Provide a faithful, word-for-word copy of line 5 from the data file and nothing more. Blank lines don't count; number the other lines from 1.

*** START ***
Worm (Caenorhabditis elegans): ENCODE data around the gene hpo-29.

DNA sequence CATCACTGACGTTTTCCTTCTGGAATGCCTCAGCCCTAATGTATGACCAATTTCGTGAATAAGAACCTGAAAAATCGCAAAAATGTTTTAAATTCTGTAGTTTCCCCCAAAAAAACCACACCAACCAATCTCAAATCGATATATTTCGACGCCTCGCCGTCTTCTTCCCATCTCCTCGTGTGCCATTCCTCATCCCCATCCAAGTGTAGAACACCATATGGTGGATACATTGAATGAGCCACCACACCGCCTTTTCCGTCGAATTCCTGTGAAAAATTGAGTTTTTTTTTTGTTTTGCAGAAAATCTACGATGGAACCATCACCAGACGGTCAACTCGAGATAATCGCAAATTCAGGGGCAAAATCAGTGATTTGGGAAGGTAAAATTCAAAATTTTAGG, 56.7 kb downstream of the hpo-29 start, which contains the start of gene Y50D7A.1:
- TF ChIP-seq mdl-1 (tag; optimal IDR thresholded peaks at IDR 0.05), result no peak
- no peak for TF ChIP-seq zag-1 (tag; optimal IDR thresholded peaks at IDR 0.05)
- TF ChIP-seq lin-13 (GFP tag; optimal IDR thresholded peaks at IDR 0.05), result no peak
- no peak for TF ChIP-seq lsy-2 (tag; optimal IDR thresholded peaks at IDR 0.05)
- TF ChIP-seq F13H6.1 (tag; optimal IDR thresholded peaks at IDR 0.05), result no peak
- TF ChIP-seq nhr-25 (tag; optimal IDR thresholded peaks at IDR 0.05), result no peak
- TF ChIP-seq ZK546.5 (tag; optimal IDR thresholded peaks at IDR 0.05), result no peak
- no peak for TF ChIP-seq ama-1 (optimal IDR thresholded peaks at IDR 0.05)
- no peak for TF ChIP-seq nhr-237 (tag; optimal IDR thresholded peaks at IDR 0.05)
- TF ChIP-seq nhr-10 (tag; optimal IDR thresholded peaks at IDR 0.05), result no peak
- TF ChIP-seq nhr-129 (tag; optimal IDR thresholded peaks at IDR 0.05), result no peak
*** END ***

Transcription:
- TF ChIP-seq lin-13 (GFP tag; optimal IDR thresholded peaks at IDR 0.05), result no peak